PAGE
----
Ohio History Journal

  • 1
  • 2
  • 3
  • 4
  • 5
  • 6
  • 7
  • 8
  • 9
  • 10
  • 11
  • 12
  • 13
  • 14
  • 15
  • 16
  • 17







Arthur St. Clair perhaps came naturally by his aristocratic

attitudes for he was descendant of Norman-Scot nobility who

were noted for their monarchical loyalty.

Born in Thurso, Caithness County, Scotland, in 1734, the

son of a younger son, he inherited nothing, but was able to enter

Edinburgh University to prepare for the medical profession. In

1756 he was indentured to a celebrated London doctor, William

Hunter. A year later he purchased his freedom and secured an

ensign's commission in the Sixtieth Regiment, or Royal American

Foot. In May, 1758, he arrived in America with General Jeffery

Amherst and participated in the capture of Louisburg. In April,

1759, he was made a lieutenant, assigned to the command of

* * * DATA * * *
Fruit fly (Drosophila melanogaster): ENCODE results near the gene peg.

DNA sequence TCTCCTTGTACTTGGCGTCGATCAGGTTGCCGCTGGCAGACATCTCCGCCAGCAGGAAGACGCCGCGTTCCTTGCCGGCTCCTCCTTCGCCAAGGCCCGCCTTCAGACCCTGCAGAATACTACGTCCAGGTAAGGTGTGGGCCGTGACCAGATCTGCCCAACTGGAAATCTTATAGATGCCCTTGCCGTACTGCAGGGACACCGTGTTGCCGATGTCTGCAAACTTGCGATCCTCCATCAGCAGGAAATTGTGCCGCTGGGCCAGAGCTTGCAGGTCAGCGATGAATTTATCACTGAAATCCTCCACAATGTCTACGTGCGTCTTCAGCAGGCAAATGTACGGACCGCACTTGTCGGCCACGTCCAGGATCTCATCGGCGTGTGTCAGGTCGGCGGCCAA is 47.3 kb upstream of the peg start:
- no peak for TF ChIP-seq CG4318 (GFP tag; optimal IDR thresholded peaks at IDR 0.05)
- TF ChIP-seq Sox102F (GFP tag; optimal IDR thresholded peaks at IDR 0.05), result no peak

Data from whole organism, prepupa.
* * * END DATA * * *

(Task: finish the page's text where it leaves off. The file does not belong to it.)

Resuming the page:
General James Wolfe, and was with him at the capture of Quebec.

Here he was garrisoned until after the capture of Montreal in

1760. During a furlough to Boston he married Phoebe Bayard,

the daughter of Belthazer Bayard and Mary Bowdoin, the latter

a half-sister of Governor James Bowdoin.1 She brought him a

dowry of ĢI4,000, with which, having sold his commission,2 he

purchased an estate in Ligionier Valley, western Pennsylvania.

Here, near Fort Ligonier, built by General John Forbes in 1758,

he erected a fine residence and gristmill. In this western country

he held many offices while pursuing his private affairs and was

perhaps the best known gentleman and official in the region.3 He

of course sided with Governor John Penn against Lord Dun-


1 William H. Smith, ed., The Life and Public Services of Arthur St. Clair

(Cincinnati, 1882), I, 1-12.

2 Ellis Beals, "Arthur St. Clair, Western Pennsylvania's Leading Citizen,"

Western Pennsylvania Historical Magazine (Pittsburgh), XII (April-July, 1929), 76.

3 Ibid., 81. He received 700 acres from the king for services in the army.

Ibid., 77.